• Tuition and Fees

    Tuition and Fees are determined by the UVA Board of Visitors and are subject to change. See the current tuition and fee schedule for School of Education and Human Development graduate students, as well as tuition and fees for Summer School.

    Questions regarding federal financial aid questions are best directed to UVA Financial Services. The FASFA is due on March 1. Be sure to request Work Study among the forms of support that you request. On our application, be sure to check the box next in the “Are you requesting financial support” item. 

    Our Program does offer financial support to as many students as our budget will allow. The federal government sets the rate for each student. Typically, this support comes in the form of wage earning positions at about 8 hours per week during the academic semesters in which they are in residence.  Student workers are typically assigned to a position in our clinic or in a research lab.

  • Application & Acceptance

    Application deadline is December 1. After this date, we are busy working our way through applications. The first stage of review identifies applicants who will be invited for interviews. We begin sending invitations for interviews in December. Be certain to watch your email account, including spam/junk folders. Interview invitations are sent only once. Applicants who do not respond to the invitation by the required date are not reviewed further. Interviews are conducted in January and February.

    The letter that you write for yourself is important. We are interested in learning about your accomplishments and experiences. We also heavily weight your letters of recommendation.

    We are interested in your entire application, especially how your background and experiences may prepare you for training that will lead to a career as a speech language pathologist who leads the profession and provides services to diverse populations. In general, we are looking for individuals with strong academic performance who have the maturity to learn how to help others in a clinical environment.

    We send offers of admission in early March. Offers of Program financial support follow later in March.  The University calculates tuition and fees and analyzes student FAFSA data in mid-to-late summer.

    Our target incoming class is 27 individuals. About half of those individuals will have a degree in communication disorders (Track 1 students), and about half will have a degree in something other than communication disorders (Track 2 students). Everyone we invite to join us has until April 15 to accept/decline our offer.  However, we urge you to secure your seat in the class and accept our invitation once you are ready to make a serious commitment to UVA. To make certain the UVA is the right fit for you, please review our current Graduate Student Handbook and all of our Master's program webpages, including the FAQs.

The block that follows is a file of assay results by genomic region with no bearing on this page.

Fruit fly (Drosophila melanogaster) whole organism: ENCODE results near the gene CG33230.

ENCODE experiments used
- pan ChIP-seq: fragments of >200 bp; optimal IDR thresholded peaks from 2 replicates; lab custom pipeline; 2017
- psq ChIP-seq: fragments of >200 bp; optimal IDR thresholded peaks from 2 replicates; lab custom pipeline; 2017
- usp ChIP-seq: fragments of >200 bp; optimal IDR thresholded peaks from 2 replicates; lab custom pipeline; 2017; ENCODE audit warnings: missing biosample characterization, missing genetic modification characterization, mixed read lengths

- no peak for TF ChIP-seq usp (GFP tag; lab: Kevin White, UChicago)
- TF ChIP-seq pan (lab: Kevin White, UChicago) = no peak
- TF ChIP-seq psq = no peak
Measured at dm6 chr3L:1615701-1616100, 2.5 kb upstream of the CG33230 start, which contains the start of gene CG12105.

Often, UVA is the first choice grad school for several individuals on our wait list. Please do not accept our invitation unless you intend to attend UVA. If you decide to attend another university, please let us know as soon as possible. That way, we can extend an offer to someone on the waitlist in a timely manner. Thank you.

    Between March 1 and April 15, we will hold online meetings designed to provide you with all the information you need to make your decision. All invited and waitlist applicants will receive invitations to these meetings. Each week a member of our faculty will discuss their clinical interests, their research interests, and their classes. Our students will conduct one of the meetings as well.

    The meetings are informal and optional. Every session will provide ample opportunity for questions and answers. For privacy purposes, these sessions are not recorded.

    In early March, we will send the schedule of meeting times and topics. You may attend any or all of the online sessions as you like.

    When you accept our offer of admission, you should immediately activate your UVA email account by following the instructions that are in the online admissions system. Your UVA email is how we will contact you for the next steps.

    After a new class is formed (that means: after everyone has activated their UVA email account), our current students can reach out and will offer each new student a "go-to buddy" who has volunteered to become a first point of contact for one new student. Our NSSHLA members will also communicate "roomie" opportunities with current students. Our students will also establish a Facebook page for your incoming class. Finally, our current students will invite you to a social event just before school starts.

    At the beginning of June, all new students will be emailed an invitation to a Canvas site that we create for each incoming group. This site provides instructions and resources for the tasks that you need to complete before beginning your graduate program. Over the summer, faculty members will contact you regarding clinical and academic advising. In the days before school starts, we will conduct an extensive clinical orientation as well as an important academic orientation (OnBoarding), plus individual advising sessions. Everyone will be completely squared away before the first day of classes.

  • Determining Your Track